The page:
Urban tree mortality: a primer on demographic approaches
Gen. Tech. Rep. NRS-158. Newtown Square, PA: U.S. Department of Agriculture, Forest Service, Northern Research Station. 24 p.
Realizing the benefits of tree planting programs depends on tree survival. Projections of urban forest ecosystem services and cost-benefit analyses are sensitive to assumptions about tree mortality rates. Long-term mortality data are needed to improve the accuracy of these models and optimize the public investment in tree planting. With more accurate population projections, urban forest managers can also plan for cycles of tree planting, death, removal, and replacement to achieve canopy cover goals. Analytical tools from demography, such as life tables and mortality curves, could be used to improve our understanding of urban tree mortality and longevity. Demographic approaches have been widely used in forest ecology to quantify population dynamics and project future changes in wildland systems. This report is a primer on demographic concepts applied to urban trees, with terms and analytical methods adapted to the cultivated urban landscape. We include an overview of the uses of urban tree mortality rate data for research and management, a summary of lessons learned from ecological monitoring in other systems, and a discussion of opportunities for long-term urban forest monitoring by researchers and practitioners.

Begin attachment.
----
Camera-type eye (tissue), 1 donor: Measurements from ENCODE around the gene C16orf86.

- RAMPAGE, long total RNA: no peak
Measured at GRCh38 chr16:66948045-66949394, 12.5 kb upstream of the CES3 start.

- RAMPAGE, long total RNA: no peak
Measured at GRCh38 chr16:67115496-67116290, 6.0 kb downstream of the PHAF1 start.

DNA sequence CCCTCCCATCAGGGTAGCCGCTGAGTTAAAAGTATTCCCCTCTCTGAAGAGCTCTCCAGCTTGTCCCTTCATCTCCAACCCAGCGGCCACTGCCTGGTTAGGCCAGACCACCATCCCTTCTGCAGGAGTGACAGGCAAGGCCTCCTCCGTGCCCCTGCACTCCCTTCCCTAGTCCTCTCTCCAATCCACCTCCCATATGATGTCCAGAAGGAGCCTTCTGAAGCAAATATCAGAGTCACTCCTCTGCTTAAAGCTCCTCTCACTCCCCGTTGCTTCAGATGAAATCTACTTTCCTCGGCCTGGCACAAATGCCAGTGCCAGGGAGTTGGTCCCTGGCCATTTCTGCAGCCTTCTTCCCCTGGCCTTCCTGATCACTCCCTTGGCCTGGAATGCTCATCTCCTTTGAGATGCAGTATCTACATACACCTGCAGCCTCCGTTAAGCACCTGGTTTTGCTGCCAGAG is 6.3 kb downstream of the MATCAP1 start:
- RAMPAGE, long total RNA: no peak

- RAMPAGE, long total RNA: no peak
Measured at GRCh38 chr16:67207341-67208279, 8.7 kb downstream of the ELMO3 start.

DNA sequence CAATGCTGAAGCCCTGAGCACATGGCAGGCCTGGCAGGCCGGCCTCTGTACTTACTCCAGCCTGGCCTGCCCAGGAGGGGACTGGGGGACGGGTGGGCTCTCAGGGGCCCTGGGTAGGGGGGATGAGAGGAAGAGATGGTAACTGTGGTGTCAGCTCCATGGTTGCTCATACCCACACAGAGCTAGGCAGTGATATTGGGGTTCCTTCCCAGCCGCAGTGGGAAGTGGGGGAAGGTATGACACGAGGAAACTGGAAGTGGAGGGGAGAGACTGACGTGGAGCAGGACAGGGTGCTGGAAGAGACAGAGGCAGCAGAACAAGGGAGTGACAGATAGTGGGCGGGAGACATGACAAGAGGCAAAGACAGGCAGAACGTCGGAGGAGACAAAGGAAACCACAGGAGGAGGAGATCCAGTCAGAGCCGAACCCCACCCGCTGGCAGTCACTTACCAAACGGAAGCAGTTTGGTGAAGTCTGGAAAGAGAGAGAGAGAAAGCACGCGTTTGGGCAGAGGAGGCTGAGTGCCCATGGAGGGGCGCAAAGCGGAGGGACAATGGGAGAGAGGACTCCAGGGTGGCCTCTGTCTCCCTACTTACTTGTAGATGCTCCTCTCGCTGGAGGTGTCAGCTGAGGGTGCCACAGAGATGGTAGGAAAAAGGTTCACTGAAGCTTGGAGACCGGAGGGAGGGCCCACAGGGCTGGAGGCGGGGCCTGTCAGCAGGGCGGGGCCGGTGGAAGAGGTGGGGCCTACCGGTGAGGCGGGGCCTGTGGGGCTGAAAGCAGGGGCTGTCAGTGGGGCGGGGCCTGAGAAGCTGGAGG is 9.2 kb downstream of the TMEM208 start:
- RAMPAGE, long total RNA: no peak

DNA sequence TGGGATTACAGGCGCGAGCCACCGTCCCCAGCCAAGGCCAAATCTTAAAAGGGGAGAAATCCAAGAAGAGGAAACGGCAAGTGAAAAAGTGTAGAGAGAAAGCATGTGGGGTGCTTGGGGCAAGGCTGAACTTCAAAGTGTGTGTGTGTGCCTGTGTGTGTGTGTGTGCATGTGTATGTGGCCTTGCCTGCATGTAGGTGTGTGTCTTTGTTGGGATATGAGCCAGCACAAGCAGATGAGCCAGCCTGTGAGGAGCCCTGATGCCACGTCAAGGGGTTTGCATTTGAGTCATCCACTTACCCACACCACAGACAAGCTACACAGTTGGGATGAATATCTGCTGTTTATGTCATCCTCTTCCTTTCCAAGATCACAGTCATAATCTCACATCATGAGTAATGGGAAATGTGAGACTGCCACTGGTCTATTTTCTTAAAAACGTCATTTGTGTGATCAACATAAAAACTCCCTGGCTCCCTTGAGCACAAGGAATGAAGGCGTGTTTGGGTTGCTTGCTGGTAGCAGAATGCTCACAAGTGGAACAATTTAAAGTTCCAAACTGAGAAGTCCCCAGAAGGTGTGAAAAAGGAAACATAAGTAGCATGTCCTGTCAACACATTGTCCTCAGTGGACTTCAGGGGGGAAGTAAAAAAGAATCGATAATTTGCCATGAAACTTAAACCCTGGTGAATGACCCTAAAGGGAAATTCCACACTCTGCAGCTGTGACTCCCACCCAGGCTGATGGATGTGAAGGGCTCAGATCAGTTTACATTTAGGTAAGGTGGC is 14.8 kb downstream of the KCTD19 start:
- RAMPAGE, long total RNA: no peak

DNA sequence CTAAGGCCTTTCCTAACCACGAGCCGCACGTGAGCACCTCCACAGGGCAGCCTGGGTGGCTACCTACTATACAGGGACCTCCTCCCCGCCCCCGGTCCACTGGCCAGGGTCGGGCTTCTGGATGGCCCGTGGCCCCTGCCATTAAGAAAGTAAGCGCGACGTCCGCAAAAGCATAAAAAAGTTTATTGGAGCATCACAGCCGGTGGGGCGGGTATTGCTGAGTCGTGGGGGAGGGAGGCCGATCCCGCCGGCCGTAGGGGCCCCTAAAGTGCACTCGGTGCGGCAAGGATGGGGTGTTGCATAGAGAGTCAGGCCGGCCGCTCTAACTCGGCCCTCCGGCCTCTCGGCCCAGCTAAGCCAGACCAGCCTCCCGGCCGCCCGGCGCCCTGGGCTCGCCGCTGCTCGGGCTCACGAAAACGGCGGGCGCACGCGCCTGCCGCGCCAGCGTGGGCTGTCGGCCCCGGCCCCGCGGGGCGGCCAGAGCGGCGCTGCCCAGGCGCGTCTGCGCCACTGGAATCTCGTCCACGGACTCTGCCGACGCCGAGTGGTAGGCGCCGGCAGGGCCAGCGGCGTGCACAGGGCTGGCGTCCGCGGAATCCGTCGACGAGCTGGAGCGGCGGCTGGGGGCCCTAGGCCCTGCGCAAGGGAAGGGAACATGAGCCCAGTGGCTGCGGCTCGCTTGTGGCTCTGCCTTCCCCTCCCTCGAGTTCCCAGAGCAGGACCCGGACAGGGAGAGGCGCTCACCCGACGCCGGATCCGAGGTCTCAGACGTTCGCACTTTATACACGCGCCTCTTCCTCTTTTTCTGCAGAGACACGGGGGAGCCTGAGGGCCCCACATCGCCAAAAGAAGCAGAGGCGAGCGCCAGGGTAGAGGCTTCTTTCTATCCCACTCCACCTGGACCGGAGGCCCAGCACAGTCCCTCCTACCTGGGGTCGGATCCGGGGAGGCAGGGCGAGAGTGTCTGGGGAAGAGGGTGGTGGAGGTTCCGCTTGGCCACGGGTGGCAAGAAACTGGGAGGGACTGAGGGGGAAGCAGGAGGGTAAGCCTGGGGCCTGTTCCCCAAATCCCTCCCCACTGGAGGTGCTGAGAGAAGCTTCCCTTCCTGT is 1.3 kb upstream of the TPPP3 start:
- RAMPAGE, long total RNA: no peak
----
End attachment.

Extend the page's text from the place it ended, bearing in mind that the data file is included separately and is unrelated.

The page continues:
Keywordssurvivorship; survival rate; urban forest; tree monitoring; street tree; longitudinal; life table
Roman, Lara A.; Battles, John J.; McBride, Joe R. 2016. Urban tree mortality: a primer on demographic approaches. Gen. Tech. Rep. NRS-158. Newtown Square, PA: U.S. Department of Agriculture, Forest Service, Northern Research Station. 24 p. https://doi.org/10.2737/NRS-GTR-158.